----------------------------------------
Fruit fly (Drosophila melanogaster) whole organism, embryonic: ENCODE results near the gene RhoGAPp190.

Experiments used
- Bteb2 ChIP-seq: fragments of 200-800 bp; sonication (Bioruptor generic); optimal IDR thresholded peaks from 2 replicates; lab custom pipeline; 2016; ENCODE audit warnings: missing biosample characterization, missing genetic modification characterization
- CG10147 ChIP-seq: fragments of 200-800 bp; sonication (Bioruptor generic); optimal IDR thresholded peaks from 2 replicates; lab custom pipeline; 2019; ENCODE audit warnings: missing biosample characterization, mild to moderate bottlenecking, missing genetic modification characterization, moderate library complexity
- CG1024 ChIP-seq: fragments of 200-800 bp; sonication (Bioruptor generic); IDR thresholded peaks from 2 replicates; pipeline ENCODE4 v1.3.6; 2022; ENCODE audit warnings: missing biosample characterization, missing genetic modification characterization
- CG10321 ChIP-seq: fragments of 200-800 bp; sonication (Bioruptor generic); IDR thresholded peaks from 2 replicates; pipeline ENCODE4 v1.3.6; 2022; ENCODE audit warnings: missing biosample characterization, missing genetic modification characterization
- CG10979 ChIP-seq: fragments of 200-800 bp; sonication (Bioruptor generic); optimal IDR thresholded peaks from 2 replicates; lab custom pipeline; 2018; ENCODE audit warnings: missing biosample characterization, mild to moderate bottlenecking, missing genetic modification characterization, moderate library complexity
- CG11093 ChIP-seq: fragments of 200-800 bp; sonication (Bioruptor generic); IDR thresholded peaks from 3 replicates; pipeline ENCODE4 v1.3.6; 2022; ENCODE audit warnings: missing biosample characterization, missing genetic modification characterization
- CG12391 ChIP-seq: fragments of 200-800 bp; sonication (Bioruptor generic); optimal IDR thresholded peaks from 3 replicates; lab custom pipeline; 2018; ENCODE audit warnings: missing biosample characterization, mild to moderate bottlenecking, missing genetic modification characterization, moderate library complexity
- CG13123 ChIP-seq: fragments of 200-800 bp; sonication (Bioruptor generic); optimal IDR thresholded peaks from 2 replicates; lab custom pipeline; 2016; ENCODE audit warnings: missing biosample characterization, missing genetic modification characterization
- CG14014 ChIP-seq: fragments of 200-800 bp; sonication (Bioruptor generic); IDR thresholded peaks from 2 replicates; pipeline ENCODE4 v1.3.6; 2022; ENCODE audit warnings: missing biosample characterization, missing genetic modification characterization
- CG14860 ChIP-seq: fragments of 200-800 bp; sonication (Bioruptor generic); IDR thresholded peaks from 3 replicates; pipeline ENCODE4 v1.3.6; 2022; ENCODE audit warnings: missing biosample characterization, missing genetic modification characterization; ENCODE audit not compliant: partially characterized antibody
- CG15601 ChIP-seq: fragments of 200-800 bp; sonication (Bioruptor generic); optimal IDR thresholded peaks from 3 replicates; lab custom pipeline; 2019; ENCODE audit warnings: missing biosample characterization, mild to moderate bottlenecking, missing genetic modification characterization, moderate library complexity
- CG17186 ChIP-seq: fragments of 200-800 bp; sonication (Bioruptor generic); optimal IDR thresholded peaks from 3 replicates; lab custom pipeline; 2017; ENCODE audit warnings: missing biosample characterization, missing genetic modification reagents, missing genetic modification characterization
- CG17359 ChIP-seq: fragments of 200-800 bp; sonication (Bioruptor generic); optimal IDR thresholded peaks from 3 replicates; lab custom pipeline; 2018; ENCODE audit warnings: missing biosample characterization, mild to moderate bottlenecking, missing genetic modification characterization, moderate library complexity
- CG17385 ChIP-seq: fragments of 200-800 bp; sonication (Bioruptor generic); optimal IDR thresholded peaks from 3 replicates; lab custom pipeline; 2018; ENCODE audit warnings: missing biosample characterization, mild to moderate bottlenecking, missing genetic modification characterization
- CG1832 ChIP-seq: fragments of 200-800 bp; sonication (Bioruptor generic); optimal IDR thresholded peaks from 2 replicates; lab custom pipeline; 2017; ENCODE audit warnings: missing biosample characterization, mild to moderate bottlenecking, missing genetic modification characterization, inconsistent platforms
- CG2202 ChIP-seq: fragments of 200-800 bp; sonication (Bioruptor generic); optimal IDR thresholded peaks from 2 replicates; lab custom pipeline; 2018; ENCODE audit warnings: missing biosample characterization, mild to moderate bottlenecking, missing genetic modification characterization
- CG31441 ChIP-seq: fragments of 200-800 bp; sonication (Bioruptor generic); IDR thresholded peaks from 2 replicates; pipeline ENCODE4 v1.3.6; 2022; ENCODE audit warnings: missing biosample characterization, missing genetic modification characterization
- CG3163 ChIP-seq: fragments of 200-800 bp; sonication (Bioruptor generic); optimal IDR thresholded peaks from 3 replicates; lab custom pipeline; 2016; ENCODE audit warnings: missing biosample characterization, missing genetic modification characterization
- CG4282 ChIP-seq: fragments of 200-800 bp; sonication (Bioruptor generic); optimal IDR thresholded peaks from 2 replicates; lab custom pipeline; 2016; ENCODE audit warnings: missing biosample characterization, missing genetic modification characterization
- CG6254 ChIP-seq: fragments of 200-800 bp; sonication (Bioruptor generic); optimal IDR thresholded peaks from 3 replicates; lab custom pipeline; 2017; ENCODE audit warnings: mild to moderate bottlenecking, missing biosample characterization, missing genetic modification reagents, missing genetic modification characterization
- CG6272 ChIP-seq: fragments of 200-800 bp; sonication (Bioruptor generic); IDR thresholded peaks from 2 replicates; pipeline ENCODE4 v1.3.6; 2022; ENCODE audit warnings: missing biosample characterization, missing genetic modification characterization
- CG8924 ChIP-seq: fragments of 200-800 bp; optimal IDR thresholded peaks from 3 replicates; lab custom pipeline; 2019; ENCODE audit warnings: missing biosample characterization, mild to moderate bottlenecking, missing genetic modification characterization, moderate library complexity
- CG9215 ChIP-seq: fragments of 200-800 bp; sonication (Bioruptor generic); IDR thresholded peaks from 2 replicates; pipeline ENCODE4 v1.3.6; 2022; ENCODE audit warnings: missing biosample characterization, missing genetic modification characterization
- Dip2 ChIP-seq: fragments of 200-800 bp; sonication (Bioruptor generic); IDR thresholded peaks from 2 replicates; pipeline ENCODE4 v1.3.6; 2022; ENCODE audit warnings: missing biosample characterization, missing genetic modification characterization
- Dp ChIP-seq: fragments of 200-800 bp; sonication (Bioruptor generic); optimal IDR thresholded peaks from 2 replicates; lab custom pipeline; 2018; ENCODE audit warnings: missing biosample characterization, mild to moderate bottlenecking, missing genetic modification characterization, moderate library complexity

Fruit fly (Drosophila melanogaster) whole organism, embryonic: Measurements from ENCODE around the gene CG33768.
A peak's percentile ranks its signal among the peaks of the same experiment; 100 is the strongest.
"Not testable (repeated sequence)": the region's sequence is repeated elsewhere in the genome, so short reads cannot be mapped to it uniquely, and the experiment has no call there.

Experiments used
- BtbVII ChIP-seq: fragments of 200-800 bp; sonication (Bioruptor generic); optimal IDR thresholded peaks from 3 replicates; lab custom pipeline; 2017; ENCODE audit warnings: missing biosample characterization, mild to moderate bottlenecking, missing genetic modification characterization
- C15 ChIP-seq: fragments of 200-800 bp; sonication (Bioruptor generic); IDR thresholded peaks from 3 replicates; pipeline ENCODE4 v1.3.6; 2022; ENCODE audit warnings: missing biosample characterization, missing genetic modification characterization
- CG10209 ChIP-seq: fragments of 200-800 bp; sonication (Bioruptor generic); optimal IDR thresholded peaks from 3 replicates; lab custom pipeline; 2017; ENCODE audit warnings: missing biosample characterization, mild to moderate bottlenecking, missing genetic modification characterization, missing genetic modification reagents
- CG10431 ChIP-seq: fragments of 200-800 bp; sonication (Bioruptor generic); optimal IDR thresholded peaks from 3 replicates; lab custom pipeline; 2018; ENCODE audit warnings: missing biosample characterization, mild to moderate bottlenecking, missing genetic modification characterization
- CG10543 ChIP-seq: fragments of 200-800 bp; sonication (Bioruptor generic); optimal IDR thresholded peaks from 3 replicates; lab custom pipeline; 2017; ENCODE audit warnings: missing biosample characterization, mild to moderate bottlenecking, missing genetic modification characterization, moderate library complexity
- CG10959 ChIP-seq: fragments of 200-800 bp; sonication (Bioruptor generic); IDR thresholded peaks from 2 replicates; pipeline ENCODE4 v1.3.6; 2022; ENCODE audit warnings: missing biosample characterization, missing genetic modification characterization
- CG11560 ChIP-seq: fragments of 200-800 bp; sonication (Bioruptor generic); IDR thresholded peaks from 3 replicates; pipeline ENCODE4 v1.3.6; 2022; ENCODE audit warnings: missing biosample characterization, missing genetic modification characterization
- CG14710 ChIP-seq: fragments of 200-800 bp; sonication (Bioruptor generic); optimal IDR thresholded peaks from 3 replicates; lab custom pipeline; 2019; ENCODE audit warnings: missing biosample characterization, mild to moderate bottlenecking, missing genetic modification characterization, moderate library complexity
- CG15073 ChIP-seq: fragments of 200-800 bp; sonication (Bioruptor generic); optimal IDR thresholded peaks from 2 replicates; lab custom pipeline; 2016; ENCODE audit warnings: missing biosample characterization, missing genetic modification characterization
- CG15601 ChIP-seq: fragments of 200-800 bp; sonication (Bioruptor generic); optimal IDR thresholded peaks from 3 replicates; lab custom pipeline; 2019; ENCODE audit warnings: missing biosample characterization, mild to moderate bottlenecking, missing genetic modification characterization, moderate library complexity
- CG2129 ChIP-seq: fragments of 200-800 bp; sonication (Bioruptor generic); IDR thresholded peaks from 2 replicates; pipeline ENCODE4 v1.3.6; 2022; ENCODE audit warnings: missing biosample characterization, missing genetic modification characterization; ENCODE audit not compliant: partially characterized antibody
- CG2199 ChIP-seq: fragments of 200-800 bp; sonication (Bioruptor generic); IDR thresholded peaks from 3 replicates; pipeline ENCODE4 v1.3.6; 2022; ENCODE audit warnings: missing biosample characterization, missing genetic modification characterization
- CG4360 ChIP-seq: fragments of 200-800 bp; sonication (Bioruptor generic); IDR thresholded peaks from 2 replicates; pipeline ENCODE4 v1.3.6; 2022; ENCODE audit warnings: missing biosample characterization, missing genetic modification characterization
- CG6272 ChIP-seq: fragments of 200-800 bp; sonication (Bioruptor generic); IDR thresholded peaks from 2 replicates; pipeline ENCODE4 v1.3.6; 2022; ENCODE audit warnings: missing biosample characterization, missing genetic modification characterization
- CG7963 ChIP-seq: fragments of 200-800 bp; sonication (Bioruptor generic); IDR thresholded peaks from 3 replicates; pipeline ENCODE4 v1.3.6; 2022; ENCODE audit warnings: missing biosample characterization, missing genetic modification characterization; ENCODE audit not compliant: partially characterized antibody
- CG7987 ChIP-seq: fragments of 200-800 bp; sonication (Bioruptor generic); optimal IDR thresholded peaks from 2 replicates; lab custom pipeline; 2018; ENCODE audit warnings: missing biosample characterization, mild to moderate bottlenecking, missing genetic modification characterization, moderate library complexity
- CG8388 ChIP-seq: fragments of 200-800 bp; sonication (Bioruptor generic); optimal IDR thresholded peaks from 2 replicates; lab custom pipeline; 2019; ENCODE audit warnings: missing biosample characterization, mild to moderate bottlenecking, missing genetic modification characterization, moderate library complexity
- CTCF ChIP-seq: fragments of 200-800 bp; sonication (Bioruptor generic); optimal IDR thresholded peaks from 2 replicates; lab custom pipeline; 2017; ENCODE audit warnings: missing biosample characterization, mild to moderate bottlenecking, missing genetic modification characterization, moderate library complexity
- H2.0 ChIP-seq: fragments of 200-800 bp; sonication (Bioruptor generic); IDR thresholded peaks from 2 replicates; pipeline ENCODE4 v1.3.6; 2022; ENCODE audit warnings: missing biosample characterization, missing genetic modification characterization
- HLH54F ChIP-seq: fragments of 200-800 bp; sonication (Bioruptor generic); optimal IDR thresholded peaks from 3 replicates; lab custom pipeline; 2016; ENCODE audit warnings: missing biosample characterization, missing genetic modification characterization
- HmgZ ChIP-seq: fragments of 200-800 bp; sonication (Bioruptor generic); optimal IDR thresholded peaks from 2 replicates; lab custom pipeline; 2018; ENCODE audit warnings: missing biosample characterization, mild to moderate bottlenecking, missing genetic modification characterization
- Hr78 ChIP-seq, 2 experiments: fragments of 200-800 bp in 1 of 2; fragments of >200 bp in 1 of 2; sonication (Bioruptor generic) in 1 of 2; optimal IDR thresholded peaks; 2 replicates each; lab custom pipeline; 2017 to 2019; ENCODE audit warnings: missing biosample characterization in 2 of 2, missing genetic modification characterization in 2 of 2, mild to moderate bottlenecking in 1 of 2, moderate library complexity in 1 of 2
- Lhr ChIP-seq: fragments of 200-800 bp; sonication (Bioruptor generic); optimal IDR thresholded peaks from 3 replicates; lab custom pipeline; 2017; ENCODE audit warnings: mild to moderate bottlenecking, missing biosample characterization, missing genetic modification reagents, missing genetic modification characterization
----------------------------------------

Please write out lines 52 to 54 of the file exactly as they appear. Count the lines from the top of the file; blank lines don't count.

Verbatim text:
- HmgZ ChIP-seq: fragments of 200-800 bp; sonication (Bioruptor generic); optimal IDR thresholded peaks from 2 replicates; lab custom pipeline; 2018; ENCODE audit warnings: missing biosample characterization, mild to moderate bottlenecking, missing genetic modification characterization
- Hr78 ChIP-seq, 2 experiments: fragments of 200-800 bp in 1 of 2; fragments of >200 bp in 1 of 2; sonication (Bioruptor generic) in 1 of 2; optimal IDR thresholded peaks; 2 replicates each; lab custom pipeline; 2017 to 2019; ENCODE audit warnings: missing biosample characterization in 2 of 2, missing genetic modification characterization in 2 of 2, mild to moderate bottlenecking in 1 of 2, moderate library complexity in 1 of 2
- Lhr ChIP-seq: fragments of 200-800 bp; sonication (Bioruptor generic); optimal IDR thresholded peaks from 3 replicates; lab custom pipeline; 2017; ENCODE audit warnings: mild to moderate bottlenecking, missing biosample characterization, missing genetic modification reagents, missing genetic modification characterization